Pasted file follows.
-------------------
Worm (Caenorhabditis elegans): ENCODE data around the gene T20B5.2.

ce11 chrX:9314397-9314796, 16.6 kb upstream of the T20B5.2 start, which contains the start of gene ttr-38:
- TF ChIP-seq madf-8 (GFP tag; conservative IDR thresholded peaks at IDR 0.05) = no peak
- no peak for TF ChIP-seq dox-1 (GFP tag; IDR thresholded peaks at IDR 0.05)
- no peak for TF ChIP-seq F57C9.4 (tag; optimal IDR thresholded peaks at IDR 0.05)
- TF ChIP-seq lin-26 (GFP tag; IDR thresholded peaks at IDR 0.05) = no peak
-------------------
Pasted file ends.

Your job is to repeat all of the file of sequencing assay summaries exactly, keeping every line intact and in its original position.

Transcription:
Worm (Caenorhabditis elegans): ENCODE data around the gene T20B5.2.

ce11 chrX:9314397-9314796, 16.6 kb upstream of the T20B5.2 start, which contains the start of gene ttr-38:
- TF ChIP-seq madf-8 (GFP tag; conservative IDR thresholded peaks at IDR 0.05) = no peak
- no peak for TF ChIP-seq dox-1 (GFP tag; IDR thresholded peaks at IDR 0.05)
- no peak for TF ChIP-seq F57C9.4 (tag; optimal IDR thresholded peaks at IDR 0.05)
- TF ChIP-seq lin-26 (GFP tag; IDR thresholded peaks at IDR 0.05) = no peak